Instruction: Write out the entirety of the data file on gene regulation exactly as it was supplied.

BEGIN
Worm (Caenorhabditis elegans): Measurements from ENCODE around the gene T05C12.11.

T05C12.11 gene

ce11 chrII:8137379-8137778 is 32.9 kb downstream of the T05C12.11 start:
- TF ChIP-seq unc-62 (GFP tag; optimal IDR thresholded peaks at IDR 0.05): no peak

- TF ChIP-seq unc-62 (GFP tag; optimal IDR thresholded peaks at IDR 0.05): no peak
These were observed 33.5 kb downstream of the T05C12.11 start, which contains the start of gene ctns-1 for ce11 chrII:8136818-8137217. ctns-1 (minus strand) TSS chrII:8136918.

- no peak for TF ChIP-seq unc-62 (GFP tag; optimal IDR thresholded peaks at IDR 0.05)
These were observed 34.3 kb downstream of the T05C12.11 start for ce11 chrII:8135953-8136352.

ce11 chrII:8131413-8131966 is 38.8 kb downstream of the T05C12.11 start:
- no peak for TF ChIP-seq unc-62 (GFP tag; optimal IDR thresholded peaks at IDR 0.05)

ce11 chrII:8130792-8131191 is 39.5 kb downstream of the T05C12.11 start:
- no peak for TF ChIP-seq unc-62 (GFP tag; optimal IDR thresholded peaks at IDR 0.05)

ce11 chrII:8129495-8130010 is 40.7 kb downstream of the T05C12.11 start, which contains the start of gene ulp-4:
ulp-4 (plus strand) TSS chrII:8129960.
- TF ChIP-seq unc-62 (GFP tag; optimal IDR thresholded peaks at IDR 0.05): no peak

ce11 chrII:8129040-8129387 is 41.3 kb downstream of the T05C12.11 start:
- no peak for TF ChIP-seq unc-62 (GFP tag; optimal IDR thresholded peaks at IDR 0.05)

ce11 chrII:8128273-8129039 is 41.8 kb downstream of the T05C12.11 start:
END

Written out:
Worm (Caenorhabditis elegans): Measurements from ENCODE around the gene T05C12.11.

T05C12.11 gene

ce11 chrII:8137379-8137778 is 32.9 kb downstream of the T05C12.11 start:
- TF ChIP-seq unc-62 (GFP tag; optimal IDR thresholded peaks at IDR 0.05): no peak

- TF ChIP-seq unc-62 (GFP tag; optimal IDR thresholded peaks at IDR 0.05): no peak
These were observed 33.5 kb downstream of the T05C12.11 start, which contains the start of gene ctns-1 for ce11 chrII:8136818-8137217. ctns-1 (minus strand) TSS chrII:8136918.

- no peak for TF ChIP-seq unc-62 (GFP tag; optimal IDR thresholded peaks at IDR 0.05)
These were observed 34.3 kb downstream of the T05C12.11 start for ce11 chrII:8135953-8136352.

ce11 chrII:8131413-8131966 is 38.8 kb downstream of the T05C12.11 start:
- no peak for TF ChIP-seq unc-62 (GFP tag; optimal IDR thresholded peaks at IDR 0.05)

ce11 chrII:8130792-8131191 is 39.5 kb downstream of the T05C12.11 start:
- no peak for TF ChIP-seq unc-62 (GFP tag; optimal IDR thresholded peaks at IDR 0.05)

ce11 chrII:8129495-8130010 is 40.7 kb downstream of the T05C12.11 start, which contains the start of gene ulp-4:
ulp-4 (plus strand) TSS chrII:8129960.
- TF ChIP-seq unc-62 (GFP tag; optimal IDR thresholded peaks at IDR 0.05): no peak

ce11 chrII:8129040-8129387 is 41.3 kb downstream of the T05C12.11 start:
- no peak for TF ChIP-seq unc-62 (GFP tag; optimal IDR thresholded peaks at IDR 0.05)

ce11 chrII:8128273-8129039 is 41.8 kb downstream of the T05C12.11 start: